commissargribb posted:

This was weird as hell but cool as gently caress to shoot and only solidifies my desire to get a baby B'retta.

Glad you liked it. Before you guys showed up, OWLS! was dinging the helium tanks with it at the full 65 yards.

Butch Cassidy
Jul 28, 2010



IuniusBrutus posted:

...
edit: Also, what are my options for sights on fixed-front sight Berettas? What about sligtly slimmer grips? And what is the legit unbiased stance on Beretta locking block durability? All I can see to find is anecdotal evidence regarding early, early models being used by the military...

You can send you slide to have the front drilled for a tritium vial.

As far as locking blocks, it depends:

- There are several generations of blocks and the first generations do wear out. They had sharp corners that would help start cracks. The second and third generations rounded the corners and don't fail often at all.

- There is not really a common point for failure, and catastrophic failures are no more common that sheared slide stops in Hi-Powers/1911s. Just peek at the block once in a while. You will notice a hairline crack or odd/uneven wear before it will be an actual problem. You can buy a new block/plunger/plunger pin set from Olhasso for $60.

- As for durability, the Beretta 96 uses the same locking block and recoil spring as a 92 despite the extra battering they get from 40 S&W. I have yet to hear any complaints about them crapping out.

I'll dig out some resources regarding locking blocks in the morning.

<- My mother lets the kids watch MLP and my son was rattling off their names yesterday. I deserve this for not putting my foot down and telling her to knock it off.

Butch Cassidy fucked around with this message at 13:39 on Oct 29, 2011

Butch Cassidy
Jul 28, 2010



This picture belongs here:

Butch Cassidy
Jul 28, 2010



Kommienzuspadt posted:

WHY DID THEY SWITCH FROM FRAME TO SLIDE MOUNTED SAFETIES?!?!?!

Thank the French, sort of. A bunch of police agencies (many French, but most Italian) liked the pistol but did not want the frame safety, so Beretta redesigned the pistol to take a slide safety.

Butch Cassidy fucked around with this message at 13:37 on Nov 4, 2011

Butch Cassidy
Jul 28, 2010





I want a 418 Bantam so bad it hurts.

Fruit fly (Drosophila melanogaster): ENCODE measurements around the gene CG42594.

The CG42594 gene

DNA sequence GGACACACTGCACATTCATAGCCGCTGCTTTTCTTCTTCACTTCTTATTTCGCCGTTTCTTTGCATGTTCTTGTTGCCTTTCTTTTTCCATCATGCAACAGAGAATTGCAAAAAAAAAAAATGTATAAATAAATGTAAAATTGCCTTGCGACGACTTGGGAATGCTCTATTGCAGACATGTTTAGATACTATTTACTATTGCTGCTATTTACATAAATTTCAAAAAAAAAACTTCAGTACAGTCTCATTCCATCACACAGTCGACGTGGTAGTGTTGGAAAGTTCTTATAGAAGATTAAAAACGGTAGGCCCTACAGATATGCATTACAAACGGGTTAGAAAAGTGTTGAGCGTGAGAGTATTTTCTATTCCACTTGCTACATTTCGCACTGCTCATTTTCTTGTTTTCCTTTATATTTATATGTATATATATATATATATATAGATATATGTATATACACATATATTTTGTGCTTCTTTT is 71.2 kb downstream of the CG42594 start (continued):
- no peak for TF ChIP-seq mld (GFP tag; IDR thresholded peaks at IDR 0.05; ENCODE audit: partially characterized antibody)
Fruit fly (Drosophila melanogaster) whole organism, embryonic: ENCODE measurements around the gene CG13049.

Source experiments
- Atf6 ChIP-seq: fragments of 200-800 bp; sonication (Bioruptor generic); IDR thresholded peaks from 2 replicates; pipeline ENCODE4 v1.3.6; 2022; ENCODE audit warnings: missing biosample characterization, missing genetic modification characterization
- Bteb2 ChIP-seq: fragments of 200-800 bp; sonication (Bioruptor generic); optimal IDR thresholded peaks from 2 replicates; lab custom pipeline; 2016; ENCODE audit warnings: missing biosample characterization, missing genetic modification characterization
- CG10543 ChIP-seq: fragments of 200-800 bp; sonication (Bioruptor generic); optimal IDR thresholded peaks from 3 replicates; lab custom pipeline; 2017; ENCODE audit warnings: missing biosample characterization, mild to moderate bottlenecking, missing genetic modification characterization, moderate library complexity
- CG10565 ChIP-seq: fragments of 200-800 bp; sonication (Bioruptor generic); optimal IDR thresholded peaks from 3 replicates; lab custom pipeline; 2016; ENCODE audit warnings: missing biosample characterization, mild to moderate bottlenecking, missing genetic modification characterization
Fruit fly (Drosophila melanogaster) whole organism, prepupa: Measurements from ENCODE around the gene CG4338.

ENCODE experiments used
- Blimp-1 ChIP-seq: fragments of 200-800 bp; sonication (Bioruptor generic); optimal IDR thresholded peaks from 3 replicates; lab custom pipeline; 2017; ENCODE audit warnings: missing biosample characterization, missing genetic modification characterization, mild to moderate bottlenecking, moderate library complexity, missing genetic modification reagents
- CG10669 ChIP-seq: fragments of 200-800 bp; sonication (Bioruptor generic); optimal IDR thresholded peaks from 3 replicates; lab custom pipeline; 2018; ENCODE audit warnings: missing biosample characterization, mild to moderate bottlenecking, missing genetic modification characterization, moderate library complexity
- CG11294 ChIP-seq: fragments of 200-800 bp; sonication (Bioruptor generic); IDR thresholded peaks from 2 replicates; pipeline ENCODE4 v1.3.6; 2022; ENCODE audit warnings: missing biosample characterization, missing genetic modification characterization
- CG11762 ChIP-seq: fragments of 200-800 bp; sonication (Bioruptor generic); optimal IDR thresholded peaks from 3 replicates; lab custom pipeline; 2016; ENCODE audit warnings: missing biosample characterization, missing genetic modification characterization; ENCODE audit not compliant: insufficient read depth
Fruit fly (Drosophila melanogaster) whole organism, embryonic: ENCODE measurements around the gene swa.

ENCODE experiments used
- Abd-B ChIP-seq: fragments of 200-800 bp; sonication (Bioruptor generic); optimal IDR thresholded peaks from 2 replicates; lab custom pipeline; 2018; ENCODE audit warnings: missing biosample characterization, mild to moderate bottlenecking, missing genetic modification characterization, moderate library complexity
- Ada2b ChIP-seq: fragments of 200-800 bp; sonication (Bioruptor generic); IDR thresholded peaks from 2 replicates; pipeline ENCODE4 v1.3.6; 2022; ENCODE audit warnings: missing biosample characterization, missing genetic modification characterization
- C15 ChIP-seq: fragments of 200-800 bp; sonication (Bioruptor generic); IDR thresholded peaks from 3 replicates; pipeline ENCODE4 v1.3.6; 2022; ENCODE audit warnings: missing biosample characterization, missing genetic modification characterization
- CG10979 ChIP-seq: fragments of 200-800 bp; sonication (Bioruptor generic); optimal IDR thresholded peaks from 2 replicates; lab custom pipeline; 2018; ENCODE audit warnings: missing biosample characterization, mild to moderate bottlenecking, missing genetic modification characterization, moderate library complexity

And if My wife was not going to the gun store with me tomorrow to try out a 950BS and put it on layaway for an early Christmas present if she likes it, I would buy the poo poo out of that step side 92

Butch Cassidy
Jul 28, 2010



^^^
I would settle for just the chance to shoot one.

LifeSizePotato posted:

That's also the rarer step slide version of the original 92. The first few thousand had that raised portion on the slide, which I think looks a lot better.
...


You have one of these, and I am okay with it. I quickly Youtube the 418 after saying that I want one, and notice that you own one of those, as well. Bastard. :argh:

Butch Cassidy
Jul 28, 2010



Strip it and look for cracks. Buy the fucker.

To strip:

- Pop barrel and push it all the way forward.

- Pull up on the front of the slide to pop it out.

- Move slide forward a bit to get the frame nubs out ot the grooves in the slide.

- Done.

Butch Cassidy
Jul 28, 2010



Ugly as sin, but I want one. It would be my one obligatory black rifle.

Butch Cassidy
Jul 28, 2010



If I pass up a Beretta 92 Compact with two full-size 15 round 92 mags in excellent internal condition and very carried, but well-loved eternal condition for $375, will I hate myself?

Butch Cassidy
Jul 28, 2010



I'm on a tight budget until Christmas, but I'll see if I can talk him into doing a long-term layaway so I don't miss it.

It's a consignment piece that he is offering me a discount on for being a reliable regular, so he may not be able to hold it that long.

Edit: If he can't hold it for a month, I am seriously considering putting in a few hours of overtime each week to get it now-ish.

Butch Cassidy fucked around with this message at 19:02 on Nov 19, 2011

Butch Cassidy
Jul 28, 2010



No, but I can still buy new ones from Beretta.

Butch Cassidy fucked around with this message at 19:16 on Nov 19, 2011

Butch Cassidy
Jul 28, 2010



iyaayas01 posted:

...either the 84 or 85, should I go for the single stack or double stack?